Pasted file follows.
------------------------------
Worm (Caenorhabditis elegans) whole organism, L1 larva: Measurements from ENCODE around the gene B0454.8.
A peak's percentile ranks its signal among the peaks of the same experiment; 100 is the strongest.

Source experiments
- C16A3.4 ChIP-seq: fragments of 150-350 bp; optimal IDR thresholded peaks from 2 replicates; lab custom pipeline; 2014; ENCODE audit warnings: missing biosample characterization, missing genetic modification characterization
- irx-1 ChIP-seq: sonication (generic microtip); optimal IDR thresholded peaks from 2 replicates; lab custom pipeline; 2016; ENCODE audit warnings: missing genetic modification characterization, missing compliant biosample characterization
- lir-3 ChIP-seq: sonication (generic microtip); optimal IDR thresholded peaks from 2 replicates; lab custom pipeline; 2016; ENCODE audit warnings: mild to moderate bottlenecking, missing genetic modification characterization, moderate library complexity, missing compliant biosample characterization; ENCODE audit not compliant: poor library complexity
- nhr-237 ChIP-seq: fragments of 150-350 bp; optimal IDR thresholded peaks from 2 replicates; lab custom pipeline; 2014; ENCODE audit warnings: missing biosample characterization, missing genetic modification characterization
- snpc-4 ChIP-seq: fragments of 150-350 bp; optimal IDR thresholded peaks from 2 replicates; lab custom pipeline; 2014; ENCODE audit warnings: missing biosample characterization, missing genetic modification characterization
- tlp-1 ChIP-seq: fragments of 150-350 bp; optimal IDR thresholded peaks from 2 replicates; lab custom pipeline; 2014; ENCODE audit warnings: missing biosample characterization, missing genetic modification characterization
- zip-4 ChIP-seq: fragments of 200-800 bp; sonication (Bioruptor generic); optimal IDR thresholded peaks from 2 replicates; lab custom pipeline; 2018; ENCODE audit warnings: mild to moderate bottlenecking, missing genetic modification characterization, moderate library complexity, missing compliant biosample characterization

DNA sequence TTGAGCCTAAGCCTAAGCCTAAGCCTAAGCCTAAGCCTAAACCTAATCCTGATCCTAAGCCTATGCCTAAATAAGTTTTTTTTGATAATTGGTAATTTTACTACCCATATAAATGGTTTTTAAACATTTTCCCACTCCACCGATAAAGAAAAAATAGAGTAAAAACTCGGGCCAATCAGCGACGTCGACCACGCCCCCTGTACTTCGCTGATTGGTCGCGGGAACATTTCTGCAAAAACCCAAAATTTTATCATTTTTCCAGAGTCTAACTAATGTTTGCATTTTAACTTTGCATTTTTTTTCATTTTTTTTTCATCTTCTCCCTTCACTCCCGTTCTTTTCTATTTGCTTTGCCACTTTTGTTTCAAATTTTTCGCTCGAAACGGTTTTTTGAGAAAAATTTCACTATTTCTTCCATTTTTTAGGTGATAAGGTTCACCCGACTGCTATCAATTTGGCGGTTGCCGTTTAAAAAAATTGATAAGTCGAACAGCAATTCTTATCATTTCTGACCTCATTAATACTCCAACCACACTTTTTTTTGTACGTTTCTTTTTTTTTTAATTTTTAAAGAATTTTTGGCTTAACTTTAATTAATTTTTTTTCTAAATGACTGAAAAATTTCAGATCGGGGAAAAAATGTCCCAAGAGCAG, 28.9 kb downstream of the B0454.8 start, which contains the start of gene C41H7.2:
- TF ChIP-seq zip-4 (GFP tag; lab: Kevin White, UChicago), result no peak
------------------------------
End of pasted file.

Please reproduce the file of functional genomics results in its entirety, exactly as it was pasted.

Worm (Caenorhabditis elegans) whole organism, L1 larva: Measurements from ENCODE around the gene B0454.8.
A peak's percentile ranks its signal among the peaks of the same experiment; 100 is the strongest.

Source experiments
- C16A3.4 ChIP-seq: fragments of 150-350 bp; optimal IDR thresholded peaks from 2 replicates; lab custom pipeline; 2014; ENCODE audit warnings: missing biosample characterization, missing genetic modification characterization
- irx-1 ChIP-seq: sonication (generic microtip); optimal IDR thresholded peaks from 2 replicates; lab custom pipeline; 2016; ENCODE audit warnings: missing genetic modification characterization, missing compliant biosample characterization
- lir-3 ChIP-seq: sonication (generic microtip); optimal IDR thresholded peaks from 2 replicates; lab custom pipeline; 2016; ENCODE audit warnings: mild to moderate bottlenecking, missing genetic modification characterization, moderate library complexity, missing compliant biosample characterization; ENCODE audit not compliant: poor library complexity
- nhr-237 ChIP-seq: fragments of 150-350 bp; optimal IDR thresholded peaks from 2 replicates; lab custom pipeline; 2014; ENCODE audit warnings: missing biosample characterization, missing genetic modification characterization
- snpc-4 ChIP-seq: fragments of 150-350 bp; optimal IDR thresholded peaks from 2 replicates; lab custom pipeline; 2014; ENCODE audit warnings: missing biosample characterization, missing genetic modification characterization
- tlp-1 ChIP-seq: fragments of 150-350 bp; optimal IDR thresholded peaks from 2 replicates; lab custom pipeline; 2014; ENCODE audit warnings: missing biosample characterization, missing genetic modification characterization
- zip-4 ChIP-seq: fragments of 200-800 bp; sonication (Bioruptor generic); optimal IDR thresholded peaks from 2 replicates; lab custom pipeline; 2018; ENCODE audit warnings: mild to moderate bottlenecking, missing genetic modification characterization, moderate library complexity, missing compliant biosample characterization

DNA sequence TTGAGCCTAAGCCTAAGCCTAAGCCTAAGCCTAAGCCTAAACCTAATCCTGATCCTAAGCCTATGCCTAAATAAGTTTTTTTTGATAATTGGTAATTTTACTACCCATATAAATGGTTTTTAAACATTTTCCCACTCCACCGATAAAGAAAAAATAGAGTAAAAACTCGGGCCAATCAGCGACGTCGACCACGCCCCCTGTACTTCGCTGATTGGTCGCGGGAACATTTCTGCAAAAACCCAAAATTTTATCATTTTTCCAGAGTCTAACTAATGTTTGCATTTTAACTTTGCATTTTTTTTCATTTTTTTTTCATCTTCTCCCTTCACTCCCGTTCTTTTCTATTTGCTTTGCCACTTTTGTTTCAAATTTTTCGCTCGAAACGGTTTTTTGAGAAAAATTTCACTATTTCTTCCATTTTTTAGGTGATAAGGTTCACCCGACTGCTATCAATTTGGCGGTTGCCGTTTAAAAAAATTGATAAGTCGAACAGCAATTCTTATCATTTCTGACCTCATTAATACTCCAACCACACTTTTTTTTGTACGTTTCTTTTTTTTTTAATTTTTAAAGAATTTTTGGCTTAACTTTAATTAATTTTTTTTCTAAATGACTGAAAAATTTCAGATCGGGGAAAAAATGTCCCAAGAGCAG, 28.9 kb downstream of the B0454.8 start, which contains the start of gene C41H7.2:
- TF ChIP-seq zip-4 (GFP tag; lab: Kevin White, UChicago), result no peak